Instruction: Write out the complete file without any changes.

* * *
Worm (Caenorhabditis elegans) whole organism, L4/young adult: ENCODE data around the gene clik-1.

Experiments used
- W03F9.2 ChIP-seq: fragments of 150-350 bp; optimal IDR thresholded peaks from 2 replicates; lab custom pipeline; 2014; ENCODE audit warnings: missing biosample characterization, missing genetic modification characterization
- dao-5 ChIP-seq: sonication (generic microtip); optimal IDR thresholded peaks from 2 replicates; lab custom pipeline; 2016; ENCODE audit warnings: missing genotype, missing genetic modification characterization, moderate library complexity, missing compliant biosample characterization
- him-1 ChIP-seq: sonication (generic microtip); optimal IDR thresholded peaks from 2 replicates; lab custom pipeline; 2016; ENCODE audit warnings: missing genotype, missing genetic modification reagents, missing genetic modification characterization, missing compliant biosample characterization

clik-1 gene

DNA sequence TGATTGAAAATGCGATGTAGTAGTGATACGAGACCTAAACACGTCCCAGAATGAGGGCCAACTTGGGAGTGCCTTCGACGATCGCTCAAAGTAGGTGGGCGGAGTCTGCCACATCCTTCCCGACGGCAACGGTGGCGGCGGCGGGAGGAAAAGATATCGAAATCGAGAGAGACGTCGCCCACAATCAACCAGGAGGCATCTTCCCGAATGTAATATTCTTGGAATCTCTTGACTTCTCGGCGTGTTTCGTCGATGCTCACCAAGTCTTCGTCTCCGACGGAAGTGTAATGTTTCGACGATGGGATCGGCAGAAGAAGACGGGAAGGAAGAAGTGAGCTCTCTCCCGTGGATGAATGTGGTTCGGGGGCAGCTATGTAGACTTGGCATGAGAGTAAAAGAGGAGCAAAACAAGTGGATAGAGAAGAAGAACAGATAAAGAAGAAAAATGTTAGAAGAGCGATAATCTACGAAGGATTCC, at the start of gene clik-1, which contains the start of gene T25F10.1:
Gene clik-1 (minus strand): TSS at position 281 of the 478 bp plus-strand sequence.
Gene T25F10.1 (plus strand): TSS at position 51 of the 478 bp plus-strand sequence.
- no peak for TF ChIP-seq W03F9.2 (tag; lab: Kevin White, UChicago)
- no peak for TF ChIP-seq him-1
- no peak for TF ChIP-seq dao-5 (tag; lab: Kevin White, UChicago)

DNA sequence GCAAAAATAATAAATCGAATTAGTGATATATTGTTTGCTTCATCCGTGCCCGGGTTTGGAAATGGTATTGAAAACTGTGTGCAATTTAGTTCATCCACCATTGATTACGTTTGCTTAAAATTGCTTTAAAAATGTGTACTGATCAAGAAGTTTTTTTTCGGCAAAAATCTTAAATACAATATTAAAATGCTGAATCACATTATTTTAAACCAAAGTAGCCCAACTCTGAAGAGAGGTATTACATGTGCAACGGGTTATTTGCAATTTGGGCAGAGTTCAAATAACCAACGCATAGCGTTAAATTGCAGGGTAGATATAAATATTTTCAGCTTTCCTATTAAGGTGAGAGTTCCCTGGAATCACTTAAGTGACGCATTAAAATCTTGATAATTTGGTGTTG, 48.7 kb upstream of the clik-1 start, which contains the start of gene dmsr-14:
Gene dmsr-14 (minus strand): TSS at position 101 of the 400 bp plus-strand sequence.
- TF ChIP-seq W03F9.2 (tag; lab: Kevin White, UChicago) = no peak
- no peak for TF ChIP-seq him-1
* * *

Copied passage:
Worm (Caenorhabditis elegans) whole organism, L4/young adult: ENCODE data around the gene clik-1.

Experiments used
- W03F9.2 ChIP-seq: fragments of 150-350 bp; optimal IDR thresholded peaks from 2 replicates; lab custom pipeline; 2014; ENCODE audit warnings: missing biosample characterization, missing genetic modification characterization
- dao-5 ChIP-seq: sonication (generic microtip); optimal IDR thresholded peaks from 2 replicates; lab custom pipeline; 2016; ENCODE audit warnings: missing genotype, missing genetic modification characterization, moderate library complexity, missing compliant biosample characterization
- him-1 ChIP-seq: sonication (generic microtip); optimal IDR thresholded peaks from 2 replicates; lab custom pipeline; 2016; ENCODE audit warnings: missing genotype, missing genetic modification reagents, missing genetic modification characterization, missing compliant biosample characterization

clik-1 gene

DNA sequence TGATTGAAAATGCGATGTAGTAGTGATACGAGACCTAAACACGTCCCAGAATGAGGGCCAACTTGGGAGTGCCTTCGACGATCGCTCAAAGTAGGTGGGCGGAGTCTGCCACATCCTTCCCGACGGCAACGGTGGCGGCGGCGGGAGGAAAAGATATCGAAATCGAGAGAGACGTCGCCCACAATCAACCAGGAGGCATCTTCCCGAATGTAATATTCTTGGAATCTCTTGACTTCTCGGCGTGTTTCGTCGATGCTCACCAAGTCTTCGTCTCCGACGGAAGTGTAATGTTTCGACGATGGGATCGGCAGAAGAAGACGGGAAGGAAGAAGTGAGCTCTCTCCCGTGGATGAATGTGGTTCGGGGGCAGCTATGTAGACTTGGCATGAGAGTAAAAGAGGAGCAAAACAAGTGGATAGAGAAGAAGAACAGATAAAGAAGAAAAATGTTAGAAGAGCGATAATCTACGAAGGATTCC, at the start of gene clik-1, which contains the start of gene T25F10.1:
Gene clik-1 (minus strand): TSS at position 281 of the 478 bp plus-strand sequence.
Gene T25F10.1 (plus strand): TSS at position 51 of the 478 bp plus-strand sequence.
- no peak for TF ChIP-seq W03F9.2 (tag; lab: Kevin White, UChicago)
- no peak for TF ChIP-seq him-1
- no peak for TF ChIP-seq dao-5 (tag; lab: Kevin White, UChicago)

DNA sequence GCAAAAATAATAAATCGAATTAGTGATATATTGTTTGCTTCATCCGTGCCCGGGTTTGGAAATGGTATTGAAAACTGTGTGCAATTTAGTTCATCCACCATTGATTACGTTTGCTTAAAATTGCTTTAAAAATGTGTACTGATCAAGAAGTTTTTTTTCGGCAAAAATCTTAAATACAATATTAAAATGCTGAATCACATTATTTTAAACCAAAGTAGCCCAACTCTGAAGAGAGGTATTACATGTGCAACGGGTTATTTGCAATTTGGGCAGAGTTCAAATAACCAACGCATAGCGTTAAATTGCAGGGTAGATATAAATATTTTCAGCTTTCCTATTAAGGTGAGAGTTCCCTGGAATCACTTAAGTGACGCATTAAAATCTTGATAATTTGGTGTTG, 48.7 kb upstream of the clik-1 start, which contains the start of gene dmsr-14:
Gene dmsr-14 (minus strand): TSS at position 101 of the 400 bp plus-strand sequence.
- TF ChIP-seq W03F9.2 (tag; lab: Kevin White, UChicago) = no peak
- no peak for TF ChIP-seq him-1